In order to generate the days of the calendar, you need a few values here: the first day of the month, the weekday of that day, and an initial empty array that we’re going to push each day of the calendar into. We’ll use all of these variables when we loop through the current month to create a calendar. Without further ado, let’s go ahead and do that in our component, right below where you define currentDays:

There’s a lot going on here, so let’s break it down. First up, the loop of 42 days — if you think back to a calendar in your head, a calendar is usually made up of 5-6 weeks, 7 days each. So, 42 blocks are needed in the calendar.

But why do we need 6 weeks? Why not just show 4 or 5 weeks? Good question! Initially, this is what I did. But then I found out there were a lot of months where the first day of the month started on an odd day - so if you only had 4 weeks to show, it wouldn’t actually show the full month. January and February 2021 are great examples of this.

Next up, on the first loop through, you figure out, for the current month, what to set the first day of the calendar to based on what day of the week that first day lies on. (So for February 1, 2021, the weekday is Monday, and the calendar always starts on Sunday, so the first day of the calendar will actually be January 31).

Then, for each day of the calendar, you set up a calendarDay object (with properties for css classes that you’ll use later and onClick event), and push that calendarDay to current days. Now that you have your currentDays array, you can map over it inside of the return statement below:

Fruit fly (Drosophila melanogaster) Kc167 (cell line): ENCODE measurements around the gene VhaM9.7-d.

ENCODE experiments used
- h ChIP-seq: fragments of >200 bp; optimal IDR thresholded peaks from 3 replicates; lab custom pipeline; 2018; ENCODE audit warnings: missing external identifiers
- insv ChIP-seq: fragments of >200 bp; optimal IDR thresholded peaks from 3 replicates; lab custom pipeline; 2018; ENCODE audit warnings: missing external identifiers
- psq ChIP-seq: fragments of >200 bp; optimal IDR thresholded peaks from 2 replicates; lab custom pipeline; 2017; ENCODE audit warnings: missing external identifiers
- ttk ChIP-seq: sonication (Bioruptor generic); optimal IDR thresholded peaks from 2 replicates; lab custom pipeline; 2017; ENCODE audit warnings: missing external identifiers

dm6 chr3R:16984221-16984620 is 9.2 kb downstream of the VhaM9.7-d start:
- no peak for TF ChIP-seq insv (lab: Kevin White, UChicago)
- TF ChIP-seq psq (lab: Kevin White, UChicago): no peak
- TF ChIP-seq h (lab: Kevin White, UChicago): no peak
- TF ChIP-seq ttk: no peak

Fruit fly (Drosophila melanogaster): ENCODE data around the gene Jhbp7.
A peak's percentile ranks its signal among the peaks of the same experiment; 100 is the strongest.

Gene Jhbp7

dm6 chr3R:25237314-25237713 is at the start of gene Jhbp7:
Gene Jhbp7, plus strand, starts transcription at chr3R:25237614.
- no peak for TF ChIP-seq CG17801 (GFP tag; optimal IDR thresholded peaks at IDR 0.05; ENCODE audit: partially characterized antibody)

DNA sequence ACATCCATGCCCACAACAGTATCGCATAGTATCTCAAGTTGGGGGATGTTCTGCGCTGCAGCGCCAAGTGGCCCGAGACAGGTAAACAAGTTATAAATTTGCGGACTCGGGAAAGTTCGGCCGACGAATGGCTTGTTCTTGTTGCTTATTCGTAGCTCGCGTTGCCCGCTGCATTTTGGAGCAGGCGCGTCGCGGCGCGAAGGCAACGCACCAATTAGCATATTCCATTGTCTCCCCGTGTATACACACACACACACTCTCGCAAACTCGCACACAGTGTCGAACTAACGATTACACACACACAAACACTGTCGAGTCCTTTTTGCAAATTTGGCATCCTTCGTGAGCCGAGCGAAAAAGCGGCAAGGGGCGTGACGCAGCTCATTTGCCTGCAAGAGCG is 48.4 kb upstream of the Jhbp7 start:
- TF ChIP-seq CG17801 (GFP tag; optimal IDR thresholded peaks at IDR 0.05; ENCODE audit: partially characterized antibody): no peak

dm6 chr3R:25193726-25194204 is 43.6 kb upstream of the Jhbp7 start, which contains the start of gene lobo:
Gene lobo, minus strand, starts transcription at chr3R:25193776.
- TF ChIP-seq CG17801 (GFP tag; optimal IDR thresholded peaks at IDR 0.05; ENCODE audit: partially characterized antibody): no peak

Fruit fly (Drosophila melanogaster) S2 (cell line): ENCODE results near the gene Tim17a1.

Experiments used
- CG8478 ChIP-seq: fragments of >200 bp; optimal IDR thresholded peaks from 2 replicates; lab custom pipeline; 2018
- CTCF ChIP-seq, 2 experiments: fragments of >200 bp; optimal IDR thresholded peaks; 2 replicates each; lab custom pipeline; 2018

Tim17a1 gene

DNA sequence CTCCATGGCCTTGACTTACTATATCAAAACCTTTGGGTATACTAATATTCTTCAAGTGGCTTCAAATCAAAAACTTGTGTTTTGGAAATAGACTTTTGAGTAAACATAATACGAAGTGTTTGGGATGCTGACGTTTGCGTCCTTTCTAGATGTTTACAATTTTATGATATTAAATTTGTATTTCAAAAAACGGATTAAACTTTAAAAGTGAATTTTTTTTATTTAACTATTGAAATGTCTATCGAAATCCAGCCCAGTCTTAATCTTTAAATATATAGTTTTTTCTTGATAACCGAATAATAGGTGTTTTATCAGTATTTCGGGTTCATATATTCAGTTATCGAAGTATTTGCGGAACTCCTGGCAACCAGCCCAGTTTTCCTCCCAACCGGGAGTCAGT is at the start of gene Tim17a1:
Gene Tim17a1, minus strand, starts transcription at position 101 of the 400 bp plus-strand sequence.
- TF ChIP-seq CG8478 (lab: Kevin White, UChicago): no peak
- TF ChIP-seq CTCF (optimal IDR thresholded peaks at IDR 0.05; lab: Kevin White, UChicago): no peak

Here, if all of those ternary statements return true, our final HTML element (repeated 42 times) will look like this:

<div class="calendar-day current selected></div>

Now, back in the parent component, calendar.js, you need to render CalendarDays, and add a new function, changeCurrentDays, to pass down to it through props. Your final Calendar component will look like this:

If you’re unfamiliar with passing data (through props) between components in React, I found this guide from freeCodeCamp pretty helpful when learning.

And that’s it! You have a class component, Calendar, rendering a functional component, CalendarDays, that will update currentDay every time a day is clicked on. If you started up your project locally right now with npm start, it wouldn’t look like a calendar - it would only be a couple of header tags, and a long list of numbers for the current days of the month.

But, that is easily fixable with some css and flexbox. Create a new file inside of the /src directory named calendar.css. Back inside of calendar.js, import it into the top of the file like this:

Now, add some styles to your calendar components:

Now, if you refresh your app, you should have something that looks like this!

Screenshot of completed calendar component
Screenshot of completed calendar component

If you’d like to see the full source code for this project (with a small toolbar added), you can check out the Github repo here. Additionally, if you want to check out a live demo of the project (hosted through Github pages), you can visit the demo here.